Food Poisoning Caused by Soil Borne Clostridium perfringens

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Saira Naureen & Prof. Dr. Masood Rabbani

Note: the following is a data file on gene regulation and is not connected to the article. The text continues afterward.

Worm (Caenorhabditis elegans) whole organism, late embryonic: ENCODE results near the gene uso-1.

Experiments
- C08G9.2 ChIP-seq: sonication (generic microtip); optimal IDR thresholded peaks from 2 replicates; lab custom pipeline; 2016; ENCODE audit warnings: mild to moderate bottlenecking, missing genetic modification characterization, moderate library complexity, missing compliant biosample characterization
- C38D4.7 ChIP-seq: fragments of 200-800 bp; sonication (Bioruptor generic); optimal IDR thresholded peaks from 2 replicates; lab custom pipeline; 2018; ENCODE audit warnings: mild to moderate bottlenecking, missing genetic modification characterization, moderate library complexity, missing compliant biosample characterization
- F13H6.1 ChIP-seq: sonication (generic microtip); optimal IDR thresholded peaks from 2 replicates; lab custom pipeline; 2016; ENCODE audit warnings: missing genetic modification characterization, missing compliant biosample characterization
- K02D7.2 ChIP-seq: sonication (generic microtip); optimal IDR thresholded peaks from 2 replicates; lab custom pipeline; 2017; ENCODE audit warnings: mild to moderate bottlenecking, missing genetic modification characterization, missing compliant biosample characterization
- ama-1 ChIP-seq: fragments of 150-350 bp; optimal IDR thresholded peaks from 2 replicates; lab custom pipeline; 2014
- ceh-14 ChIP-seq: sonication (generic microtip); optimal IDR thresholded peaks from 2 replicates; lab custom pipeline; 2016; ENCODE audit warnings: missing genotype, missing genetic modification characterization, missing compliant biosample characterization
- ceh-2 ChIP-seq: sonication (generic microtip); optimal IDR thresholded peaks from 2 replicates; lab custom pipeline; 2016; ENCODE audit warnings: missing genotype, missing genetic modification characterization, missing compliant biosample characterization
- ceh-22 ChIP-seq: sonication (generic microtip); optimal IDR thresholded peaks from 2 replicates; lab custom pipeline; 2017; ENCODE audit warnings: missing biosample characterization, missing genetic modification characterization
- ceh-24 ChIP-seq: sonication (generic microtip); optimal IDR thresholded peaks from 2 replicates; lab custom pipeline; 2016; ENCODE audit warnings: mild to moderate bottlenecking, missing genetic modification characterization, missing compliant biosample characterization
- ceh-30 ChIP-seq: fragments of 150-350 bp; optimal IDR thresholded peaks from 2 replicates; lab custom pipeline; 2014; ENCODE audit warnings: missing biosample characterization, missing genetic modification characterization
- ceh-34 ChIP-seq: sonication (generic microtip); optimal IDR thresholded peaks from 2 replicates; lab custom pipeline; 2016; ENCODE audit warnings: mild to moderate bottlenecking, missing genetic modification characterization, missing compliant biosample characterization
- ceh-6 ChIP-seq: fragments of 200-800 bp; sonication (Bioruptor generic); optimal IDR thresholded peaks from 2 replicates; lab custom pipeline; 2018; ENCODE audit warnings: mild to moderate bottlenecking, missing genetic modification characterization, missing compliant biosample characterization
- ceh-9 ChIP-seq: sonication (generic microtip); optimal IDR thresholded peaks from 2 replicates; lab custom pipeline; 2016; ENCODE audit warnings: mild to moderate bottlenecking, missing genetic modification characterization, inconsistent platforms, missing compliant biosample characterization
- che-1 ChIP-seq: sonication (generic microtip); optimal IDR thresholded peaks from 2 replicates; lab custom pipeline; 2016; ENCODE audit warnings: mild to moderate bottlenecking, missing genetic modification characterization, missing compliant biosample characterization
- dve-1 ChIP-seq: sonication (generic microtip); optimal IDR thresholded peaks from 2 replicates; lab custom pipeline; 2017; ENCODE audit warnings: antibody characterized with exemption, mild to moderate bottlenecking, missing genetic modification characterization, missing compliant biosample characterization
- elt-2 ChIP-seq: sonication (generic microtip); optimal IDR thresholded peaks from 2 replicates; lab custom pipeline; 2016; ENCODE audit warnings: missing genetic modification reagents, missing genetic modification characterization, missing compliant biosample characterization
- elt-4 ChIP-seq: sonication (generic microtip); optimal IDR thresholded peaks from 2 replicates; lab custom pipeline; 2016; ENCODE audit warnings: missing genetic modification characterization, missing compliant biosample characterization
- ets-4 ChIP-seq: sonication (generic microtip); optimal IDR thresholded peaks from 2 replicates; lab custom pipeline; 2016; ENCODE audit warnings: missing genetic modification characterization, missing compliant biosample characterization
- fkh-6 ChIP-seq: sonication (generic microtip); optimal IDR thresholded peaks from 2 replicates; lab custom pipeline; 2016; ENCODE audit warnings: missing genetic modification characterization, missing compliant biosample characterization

In ancient times it was believed by the people that witches chanting are necessary to cause an evil happening but now a day’s only carelessness in handling of prepared food is enough to cause a malevolence event. Slapdash kitchen habits, lack of knowledge of what causes food borne illness, its spread and methods of its prevention leads to outbreaks of very serious conditions like food poisoning caused by a bacteria named Clostridium perfringens. Clostridium perfringens food poisoning is a major problem faced by food service industry since most of the outbreaks are associated with mass feeding operations. This type of food poisoning is a threat to the public health as number of outbreaks of clostridial food poisoning is increasing every year in both the developing countries as well as developed countries. Foods most often involved in outbreaks of C. perfringens food poisoning are usually meat or poultry that have been cooked and held for some time before serving. Outbreaks more often occur after large Banquets, at restaurants, cafeterias, hostel mess, at schools or hospitals where large amounts of meat, poultry, and their gravies are prepared. Irrespective of this it is highly possible to develop home kitchen conditions that will cause an outbreak and in reality this has happened many times. Symptoms of the disease are abdominal cramps, diarrhea, nausea, vomiting and rarely fever. The symptoms usually appear 4 to 22 hours after eating and may persist for 1 to 5 days. Clostridium perfringens grows anaerobically, that is, it grows best when there is no air or free oxygen present in its environment. The organisms are rod-shaped bacteria and have the ability to form spores. In the spore form, they are more difficult to destroy than when in the vegetative or growing form. These organisms are present almost everywhere, but chief sources are: soil, man or animal intestinal tracts, fecal material, and sewage. Because they are found everywhere, it is difficult to keep them out of the food supply. Vegetative C. perfringens cells in food are destroyed by the heat of a thorough cooking, but heat-resistant spore forms of the organism are not. Thus, we cannot rely on cooking food to destroy these bacteria. The three principles related to the control of food-borne disease are: 1. limit or prevent contamination of the food by the microorganism 2. destroy the microorganism by some treatment of the food 3. prevent or inhibit the growth of the microorganism As soil is an important reservoir of C. perfringen and an important source of transmission of this pathogen from animals to humans, a cross sectional study was designed to find out its distribution and prevalence in the soil of Punjab province of Pakistan. Nine districts of Punjab including Attock, Chakwal, Sahiwal, DG Khan, Sheikhupura, Gujranwala, Sargodha, Faisalabad and Lahor were targeted for testing of soil for C. perfringens. Soil samples from 10% of the total villages of these districts were taken and tested through a sensitive and specific technique, Real Time PCR, for presence or absence of this pathogen in soil. Results showed that pathogen was highly distributed in all the districts of Punjab and prevalent in all the districts of Punjab. Highest prevalence was found in district Chakwal, followed by Attock and DG Khan. The prevalence was significantly affected by various physical and chemical risk factors. On the basis of study it is recommended that animal farms should be constructed in those areas where soil is found negative for C. perfringens to avoid transmission of the pathogen through animals to humans. Moreover farms should be constructed away from animal market and water source and animals should not be kept in dense human population.

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